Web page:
Gaby Ramirez Howard is having a rough time. Since her mom was deported to Honduras, she has had to live with her dad. He means well; but he hasn’t been around for most of her childhood and his parenting skills are rusty, to say the least. The only bright spot in Gaby’s week is Friday, when she gets to spend the weekend at best friend Alma Gomez’s house. The Gomez family loves Gaby and would like her to live with them—at least until her mom returns. But Mr. Howard takes his responsibilities seriously, and refuses. Things begin to change, however, when the girls take on the local animal shelter as their sixth-grade project. Gaby becomes the shelter’s profile writer, helping to market the animals, and falls in love with an abandoned cat named Feather. The ways in which Gaby comes to terms with the fact that her mother cannot return, she and Feather both find families, and she becomes a more understanding and braver person, form the bulk of this fast-paced, readable story.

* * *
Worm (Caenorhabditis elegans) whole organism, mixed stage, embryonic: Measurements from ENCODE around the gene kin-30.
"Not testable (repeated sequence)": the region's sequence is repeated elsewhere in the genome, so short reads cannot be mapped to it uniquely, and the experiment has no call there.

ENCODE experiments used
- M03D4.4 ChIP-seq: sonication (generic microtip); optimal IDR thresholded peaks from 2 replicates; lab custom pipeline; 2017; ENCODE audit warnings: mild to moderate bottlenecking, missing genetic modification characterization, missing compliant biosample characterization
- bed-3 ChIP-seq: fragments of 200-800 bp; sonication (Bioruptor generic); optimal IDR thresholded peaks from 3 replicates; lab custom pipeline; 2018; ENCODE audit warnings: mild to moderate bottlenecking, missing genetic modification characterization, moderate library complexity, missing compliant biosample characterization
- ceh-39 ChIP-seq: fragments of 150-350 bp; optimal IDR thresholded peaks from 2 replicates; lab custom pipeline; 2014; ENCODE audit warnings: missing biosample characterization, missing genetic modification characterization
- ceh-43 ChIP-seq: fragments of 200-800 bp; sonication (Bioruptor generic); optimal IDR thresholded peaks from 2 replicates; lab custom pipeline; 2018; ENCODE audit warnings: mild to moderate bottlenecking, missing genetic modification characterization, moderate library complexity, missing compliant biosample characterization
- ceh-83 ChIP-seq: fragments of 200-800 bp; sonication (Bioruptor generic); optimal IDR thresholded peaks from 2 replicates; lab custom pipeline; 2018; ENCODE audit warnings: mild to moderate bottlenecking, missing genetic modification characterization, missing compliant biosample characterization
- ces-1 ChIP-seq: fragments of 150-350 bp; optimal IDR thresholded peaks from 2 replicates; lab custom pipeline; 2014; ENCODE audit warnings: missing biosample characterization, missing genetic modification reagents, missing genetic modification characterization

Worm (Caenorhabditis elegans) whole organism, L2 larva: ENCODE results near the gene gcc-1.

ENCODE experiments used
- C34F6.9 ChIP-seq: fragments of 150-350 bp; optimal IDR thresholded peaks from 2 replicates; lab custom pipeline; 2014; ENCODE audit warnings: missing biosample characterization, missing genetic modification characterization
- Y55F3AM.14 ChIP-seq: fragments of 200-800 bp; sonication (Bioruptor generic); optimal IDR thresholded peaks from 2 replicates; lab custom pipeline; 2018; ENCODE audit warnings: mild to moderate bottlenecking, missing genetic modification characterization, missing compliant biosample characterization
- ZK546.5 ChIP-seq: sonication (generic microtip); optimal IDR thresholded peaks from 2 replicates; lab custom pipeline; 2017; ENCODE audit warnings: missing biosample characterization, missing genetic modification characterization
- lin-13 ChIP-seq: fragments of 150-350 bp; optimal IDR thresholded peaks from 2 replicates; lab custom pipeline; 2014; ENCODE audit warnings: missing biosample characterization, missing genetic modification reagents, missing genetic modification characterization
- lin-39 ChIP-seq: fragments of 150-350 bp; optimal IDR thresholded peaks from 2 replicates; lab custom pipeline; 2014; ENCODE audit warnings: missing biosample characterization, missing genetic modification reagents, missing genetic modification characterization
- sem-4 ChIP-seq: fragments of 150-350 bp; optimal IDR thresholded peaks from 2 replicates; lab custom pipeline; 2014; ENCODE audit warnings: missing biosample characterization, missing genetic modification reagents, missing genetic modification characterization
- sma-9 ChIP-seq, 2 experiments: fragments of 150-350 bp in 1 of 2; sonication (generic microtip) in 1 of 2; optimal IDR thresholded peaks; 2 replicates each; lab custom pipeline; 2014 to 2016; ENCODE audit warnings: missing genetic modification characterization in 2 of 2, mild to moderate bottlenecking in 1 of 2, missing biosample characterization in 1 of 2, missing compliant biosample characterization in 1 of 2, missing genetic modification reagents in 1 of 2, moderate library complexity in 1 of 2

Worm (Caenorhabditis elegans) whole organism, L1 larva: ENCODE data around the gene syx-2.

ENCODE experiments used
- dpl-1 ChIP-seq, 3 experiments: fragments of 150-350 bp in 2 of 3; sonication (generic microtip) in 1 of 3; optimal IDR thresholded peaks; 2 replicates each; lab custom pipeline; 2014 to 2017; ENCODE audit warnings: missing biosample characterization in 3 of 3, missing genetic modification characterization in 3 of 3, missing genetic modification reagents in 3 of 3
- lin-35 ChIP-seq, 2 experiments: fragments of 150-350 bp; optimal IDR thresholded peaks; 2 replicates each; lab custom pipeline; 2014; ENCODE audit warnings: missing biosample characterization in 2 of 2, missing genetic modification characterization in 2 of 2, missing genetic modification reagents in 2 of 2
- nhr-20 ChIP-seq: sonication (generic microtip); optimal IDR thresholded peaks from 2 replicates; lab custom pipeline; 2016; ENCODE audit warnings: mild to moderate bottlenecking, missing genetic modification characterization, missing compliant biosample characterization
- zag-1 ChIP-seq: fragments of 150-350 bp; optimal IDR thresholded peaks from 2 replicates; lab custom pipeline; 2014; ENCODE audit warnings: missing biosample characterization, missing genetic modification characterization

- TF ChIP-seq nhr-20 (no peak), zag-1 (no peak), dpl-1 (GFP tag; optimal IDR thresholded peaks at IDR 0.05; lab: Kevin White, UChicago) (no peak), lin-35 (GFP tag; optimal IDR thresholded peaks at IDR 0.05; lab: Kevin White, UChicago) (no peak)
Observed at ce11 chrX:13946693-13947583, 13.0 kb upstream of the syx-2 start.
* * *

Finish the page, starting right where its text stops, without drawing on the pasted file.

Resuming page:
With immigration reform front and center of the national discourse, this is a great book to spark discussions and take on the issue of children born and raised in the United States and living with the risk of losing one, or both parents. Although the protagonist is female, strong adult and child male characters give this story general appeal. The book also reads aloud well, perhaps for those family-reading times.
—Reviewed by Ann Welton, Library Media Specialist, Helen B. Stafford Elementary, Tacoma, WA